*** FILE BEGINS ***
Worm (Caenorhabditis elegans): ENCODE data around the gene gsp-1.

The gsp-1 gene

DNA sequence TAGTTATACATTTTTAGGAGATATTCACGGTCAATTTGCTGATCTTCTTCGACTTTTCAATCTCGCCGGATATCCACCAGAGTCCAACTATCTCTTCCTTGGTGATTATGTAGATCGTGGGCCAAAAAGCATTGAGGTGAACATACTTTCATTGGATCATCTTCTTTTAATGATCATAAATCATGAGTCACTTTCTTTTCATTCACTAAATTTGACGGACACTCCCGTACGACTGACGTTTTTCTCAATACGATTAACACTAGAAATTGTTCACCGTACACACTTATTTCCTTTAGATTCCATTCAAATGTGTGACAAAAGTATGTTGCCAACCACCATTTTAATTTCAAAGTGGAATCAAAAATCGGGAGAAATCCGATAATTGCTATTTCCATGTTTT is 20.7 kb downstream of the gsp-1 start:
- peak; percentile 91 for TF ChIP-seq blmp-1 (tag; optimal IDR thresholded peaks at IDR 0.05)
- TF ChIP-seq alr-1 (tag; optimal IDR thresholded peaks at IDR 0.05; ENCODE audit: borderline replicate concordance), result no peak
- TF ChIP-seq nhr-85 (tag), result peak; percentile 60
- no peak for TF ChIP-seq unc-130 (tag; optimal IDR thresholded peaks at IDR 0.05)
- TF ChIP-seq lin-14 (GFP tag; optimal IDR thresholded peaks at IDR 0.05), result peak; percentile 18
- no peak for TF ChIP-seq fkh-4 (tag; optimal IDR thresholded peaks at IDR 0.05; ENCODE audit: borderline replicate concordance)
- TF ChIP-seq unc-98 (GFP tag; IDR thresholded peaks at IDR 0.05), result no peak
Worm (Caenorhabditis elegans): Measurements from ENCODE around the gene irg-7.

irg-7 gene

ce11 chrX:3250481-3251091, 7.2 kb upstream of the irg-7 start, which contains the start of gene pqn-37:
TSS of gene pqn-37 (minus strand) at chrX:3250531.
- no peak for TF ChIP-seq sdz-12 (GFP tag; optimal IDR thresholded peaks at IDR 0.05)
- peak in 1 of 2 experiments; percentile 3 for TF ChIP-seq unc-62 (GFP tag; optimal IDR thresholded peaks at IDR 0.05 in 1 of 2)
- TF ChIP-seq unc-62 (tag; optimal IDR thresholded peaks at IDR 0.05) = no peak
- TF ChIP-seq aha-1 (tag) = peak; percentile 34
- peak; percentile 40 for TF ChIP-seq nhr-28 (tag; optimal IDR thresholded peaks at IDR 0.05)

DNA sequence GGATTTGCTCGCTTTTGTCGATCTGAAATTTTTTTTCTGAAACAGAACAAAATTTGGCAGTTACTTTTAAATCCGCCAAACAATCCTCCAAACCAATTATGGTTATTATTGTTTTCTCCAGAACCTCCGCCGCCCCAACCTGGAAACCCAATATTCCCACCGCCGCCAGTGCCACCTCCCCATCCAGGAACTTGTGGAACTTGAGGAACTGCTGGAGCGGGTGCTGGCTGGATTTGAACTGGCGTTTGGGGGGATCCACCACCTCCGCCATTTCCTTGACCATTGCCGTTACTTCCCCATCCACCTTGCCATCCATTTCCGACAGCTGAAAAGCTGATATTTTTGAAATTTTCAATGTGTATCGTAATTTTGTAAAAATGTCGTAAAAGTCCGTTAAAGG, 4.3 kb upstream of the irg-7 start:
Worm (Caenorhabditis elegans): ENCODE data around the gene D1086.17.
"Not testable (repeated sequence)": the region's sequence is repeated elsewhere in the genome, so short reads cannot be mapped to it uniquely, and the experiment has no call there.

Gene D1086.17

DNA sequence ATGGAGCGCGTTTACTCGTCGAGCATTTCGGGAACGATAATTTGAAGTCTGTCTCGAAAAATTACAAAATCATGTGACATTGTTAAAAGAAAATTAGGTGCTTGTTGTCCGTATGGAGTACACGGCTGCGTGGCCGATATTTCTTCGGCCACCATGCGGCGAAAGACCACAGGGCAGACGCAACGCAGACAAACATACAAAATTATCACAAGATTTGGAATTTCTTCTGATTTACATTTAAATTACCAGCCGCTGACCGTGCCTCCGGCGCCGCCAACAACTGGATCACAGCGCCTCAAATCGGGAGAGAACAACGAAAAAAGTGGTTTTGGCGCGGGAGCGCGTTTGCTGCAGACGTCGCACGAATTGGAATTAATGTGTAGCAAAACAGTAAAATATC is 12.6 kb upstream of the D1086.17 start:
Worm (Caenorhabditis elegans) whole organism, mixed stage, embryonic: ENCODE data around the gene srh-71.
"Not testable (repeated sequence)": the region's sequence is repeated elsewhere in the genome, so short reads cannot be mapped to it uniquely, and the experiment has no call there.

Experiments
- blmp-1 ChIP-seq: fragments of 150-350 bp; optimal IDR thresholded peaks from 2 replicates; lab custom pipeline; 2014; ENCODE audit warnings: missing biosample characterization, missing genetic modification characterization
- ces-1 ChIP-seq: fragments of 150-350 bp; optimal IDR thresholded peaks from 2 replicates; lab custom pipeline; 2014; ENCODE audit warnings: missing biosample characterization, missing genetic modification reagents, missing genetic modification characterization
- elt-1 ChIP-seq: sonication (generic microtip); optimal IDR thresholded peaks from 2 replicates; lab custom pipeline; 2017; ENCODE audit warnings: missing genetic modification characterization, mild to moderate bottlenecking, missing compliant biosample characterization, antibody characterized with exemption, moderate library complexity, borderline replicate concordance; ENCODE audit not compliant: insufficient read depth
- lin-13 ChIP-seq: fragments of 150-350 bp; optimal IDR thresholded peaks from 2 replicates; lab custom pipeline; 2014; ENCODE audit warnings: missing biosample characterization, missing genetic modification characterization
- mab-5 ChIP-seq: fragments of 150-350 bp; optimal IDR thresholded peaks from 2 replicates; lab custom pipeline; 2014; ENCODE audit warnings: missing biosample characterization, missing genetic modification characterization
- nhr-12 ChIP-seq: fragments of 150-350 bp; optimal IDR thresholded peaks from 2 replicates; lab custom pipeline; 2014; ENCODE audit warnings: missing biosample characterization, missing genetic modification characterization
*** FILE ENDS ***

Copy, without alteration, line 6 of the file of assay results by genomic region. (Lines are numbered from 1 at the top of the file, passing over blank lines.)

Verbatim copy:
- TF ChIP-seq nhr-85 (tag), result peak; percentile 60